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Now begins one of the more difficult passages.  We shall take the easy part first.
The stones listed here - jaspar, carnelian and emerald, have some history.  As we shall see at the end of Revelation, they have a more important duty as well.
  Jaspar is found on the breastplate of the High Priest (Exodus).  It is a green quartz (the word today actually means a red quartz;  a change in meaning).  It is also used as a description of the first foundation of the New Jerusalem, and one of the gates.
  Carnelian is found nowhere else in the Bible but in Revelation.  It is used as a gate of the New Jerusalem.  It is a dusty red quartz.  Translated as “ruby” in the Hebrew, it is the first stone in the High Priest’s breastplate. Jaspar is the last.  Hence, these two stones are the “first and last” of the Tribes of Israel.
  Emerald (which is descriptive here, as are the others.  It forms the fourth foundation of the New Jerusalem.  The fourth son of Israel was Judah, from whom came Christ.  Depending on how you order the stones on the breastplate, it could be the fourth stone there as well (it is listed seventh;  but you can go left to right on the first row, drop down and go right to left and achieve this point.  I’m not entirely convinced.)
  The thunder and lightning, the rumbles are known before (see Chapter 1);  we are clearly in the presence of God the Father. 
The sea of glass bears a little closer examination.  The description here would be quite unusual for the time, for glass in the Roman period was rarely “clear.”  The best that could be hoped for was a transparent glass, with color in it (i.e., a tint that was not opaque).  Such glass was hard to get;  clear glass was nearly impossible.  Commentators see these possibilities”
  The rareness of the glass -- along with the precious stones -- imply a vast wealth, one in which (later) asphalt paving is replaced with gold.
  The clearness of the glass implies purity.
  The use of the word “sea” implies a vast distance between mortal man and God.  In light of what is coming up, this is a good figure.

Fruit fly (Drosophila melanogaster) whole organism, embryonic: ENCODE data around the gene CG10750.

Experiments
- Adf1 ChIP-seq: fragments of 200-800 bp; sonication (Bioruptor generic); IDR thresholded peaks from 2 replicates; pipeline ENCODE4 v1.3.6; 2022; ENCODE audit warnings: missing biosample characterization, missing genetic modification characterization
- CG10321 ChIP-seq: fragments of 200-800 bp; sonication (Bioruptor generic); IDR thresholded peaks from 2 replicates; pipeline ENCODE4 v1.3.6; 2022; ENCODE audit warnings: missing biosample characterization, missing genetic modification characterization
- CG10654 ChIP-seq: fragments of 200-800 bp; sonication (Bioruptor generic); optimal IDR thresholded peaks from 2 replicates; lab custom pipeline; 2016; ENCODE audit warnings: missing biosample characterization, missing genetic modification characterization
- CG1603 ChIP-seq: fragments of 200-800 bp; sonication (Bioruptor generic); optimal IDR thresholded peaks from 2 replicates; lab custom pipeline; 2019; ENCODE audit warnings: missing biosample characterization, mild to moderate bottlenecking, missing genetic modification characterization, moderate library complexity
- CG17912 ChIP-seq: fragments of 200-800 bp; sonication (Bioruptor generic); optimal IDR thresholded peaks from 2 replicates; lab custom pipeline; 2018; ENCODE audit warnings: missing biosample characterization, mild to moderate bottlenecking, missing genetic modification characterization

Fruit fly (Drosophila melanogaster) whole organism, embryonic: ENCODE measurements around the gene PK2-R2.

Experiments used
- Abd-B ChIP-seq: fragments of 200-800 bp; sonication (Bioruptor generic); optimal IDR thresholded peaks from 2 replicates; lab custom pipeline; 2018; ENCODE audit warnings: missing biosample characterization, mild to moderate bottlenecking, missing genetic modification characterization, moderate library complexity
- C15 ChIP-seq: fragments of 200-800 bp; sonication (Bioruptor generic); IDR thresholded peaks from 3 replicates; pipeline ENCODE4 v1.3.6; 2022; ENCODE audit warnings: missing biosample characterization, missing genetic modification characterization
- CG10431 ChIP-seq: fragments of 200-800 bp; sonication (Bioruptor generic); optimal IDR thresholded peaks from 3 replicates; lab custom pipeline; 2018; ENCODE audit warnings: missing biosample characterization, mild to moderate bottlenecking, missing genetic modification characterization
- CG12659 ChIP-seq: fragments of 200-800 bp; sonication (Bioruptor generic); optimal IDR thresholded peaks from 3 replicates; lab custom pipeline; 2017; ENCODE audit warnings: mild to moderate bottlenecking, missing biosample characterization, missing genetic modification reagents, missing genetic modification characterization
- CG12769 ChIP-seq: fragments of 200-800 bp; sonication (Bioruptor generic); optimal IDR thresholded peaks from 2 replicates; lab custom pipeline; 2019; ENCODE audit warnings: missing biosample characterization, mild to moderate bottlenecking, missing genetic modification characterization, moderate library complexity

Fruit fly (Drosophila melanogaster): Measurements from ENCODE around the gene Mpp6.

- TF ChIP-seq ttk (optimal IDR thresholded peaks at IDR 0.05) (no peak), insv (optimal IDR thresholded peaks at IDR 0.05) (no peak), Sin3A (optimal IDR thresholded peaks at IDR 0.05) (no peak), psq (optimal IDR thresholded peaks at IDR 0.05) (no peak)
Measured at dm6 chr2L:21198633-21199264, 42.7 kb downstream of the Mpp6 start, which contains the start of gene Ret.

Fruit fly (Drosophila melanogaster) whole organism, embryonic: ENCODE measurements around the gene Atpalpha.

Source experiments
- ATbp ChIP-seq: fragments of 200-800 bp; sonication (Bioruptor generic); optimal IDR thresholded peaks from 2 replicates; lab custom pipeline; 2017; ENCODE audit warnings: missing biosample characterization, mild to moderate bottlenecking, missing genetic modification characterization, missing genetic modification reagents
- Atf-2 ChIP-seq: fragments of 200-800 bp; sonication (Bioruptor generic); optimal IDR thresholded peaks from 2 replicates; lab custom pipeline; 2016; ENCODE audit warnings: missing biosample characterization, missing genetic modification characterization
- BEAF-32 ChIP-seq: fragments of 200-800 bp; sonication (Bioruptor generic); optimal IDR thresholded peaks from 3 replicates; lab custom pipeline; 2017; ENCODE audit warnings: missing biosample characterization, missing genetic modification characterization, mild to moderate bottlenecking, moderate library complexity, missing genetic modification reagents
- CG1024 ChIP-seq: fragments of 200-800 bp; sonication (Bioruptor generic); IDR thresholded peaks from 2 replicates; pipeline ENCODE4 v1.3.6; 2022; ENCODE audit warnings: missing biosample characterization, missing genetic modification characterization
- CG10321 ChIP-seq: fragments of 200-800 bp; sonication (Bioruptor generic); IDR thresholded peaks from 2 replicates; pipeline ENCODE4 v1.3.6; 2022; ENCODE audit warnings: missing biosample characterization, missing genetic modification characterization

Interestingly, we have a picture of this sea before Revelation.  That picture was found in Solomon’s temple, in which there was a great bronze basin called the Sea.  2 Chronicles 4:6 tells us that this Sea was used by the priests for washing.  Taking the concept of Hebrews 9 (that the tabernacle was a picture of heavenly things) to cover the Temple as well, we would see the bronze Sea of Solomon as the picture of the glass sea of God.  Can we then extend the concept?  In Revelation 15:2 we see what may be the same thing, mixed with fire -- a sign of purification.  This, in my opinion, is sufficient to establish this as the equivalent.
This has caused a great deal of speculation.  The interpretations have run all over the symbolic map, but generally we see these four creatures implying something like this:
  Then as now, the lion was a symbol of royalty.
  The ox (OK, so it’s a cow in the illustration) was a symbol of strength.
  Man, of course, represents rational thought.
  The eagle swiftness.
From these (and other) symbolic identifications, a number of clever interpretations have been developed -- and by some very famous thinkers:
  Athanasius and Augustine thought them representative of the four Gospels (though not the same identification).  Augustine’s identification is the one most commonly found in stained glass:
Matthew, the lion (Christ as king)
Mark, the man (Christ the Son of Man)
Luke, the ox  (Christ, the sacrifice)
John, the eagle  (Christ, all-seeing -- omniscient God)
  Iraneus felt they represented four covenants -- Adam, Noah, Moses and Christ.
  Modern thinkers have used these symbols to represent the four writers of the Gospels, following Augustine.  For this reason, you will often see these symbols in stained glass windows in liturgical churches.
However -- it is my opinion that these identifications are incorrect.  It is my opinion that they are the seraphim (or cherubim, which seem to be similar if not the same).
A long discussion may be held on the differences between the visions of John, Ezekiel and Isaiah.  The point that is often missed is that each of these visions clearly describes a set of creatures which are so similar that it is hard to miss the point that these are the same creatures:  the Seraphim (called cherubim in Isaiah).  The differences may be attributed to:
  the problem of the eyewitness.  It is clear from these accounts that there is a difference between “write what you hear” and the account in between.  Unless you believe in the automatic writing theory of inspiration, there is the simple possibility that we have three eyewitness descriptions of the same thing.
  John may have taken it for granted that you would have recognized them -- and left out all the details.
  Some think that the description changes -- as befits a heavenly being -- depending upon either the observer or (more likely) the covenant.
What can we conclude from that?  Look at the known earthly functions of these creatures:
  They guarded the Tree of Life, standing east of Eden, (Genesis 3:24) to prevent man from re-entering the Garden.
  They were pictured in the Tabernacle -- as covering the Mercy Seat, or the Atonement cover.
  They are extremely powerful, for Satan at one time was one of them (Ezekiel 28:11-19).
In this picture, they cry the holiness of God.  I conclude, therefore, that these angelic beings are the guardians of the holiness of God!  Consider:
  They guarded the Tree of Life -- for if man could eat of it, then the curse would be removed, and God’s holiness compromised by letting sinful man avoid the penalty of death.
  They guarded (symbolically) the gifts of God -- Aaron’s rod that budded, the pot of manna, the tablets of the Law -- to make sure that none approached them except by atonement.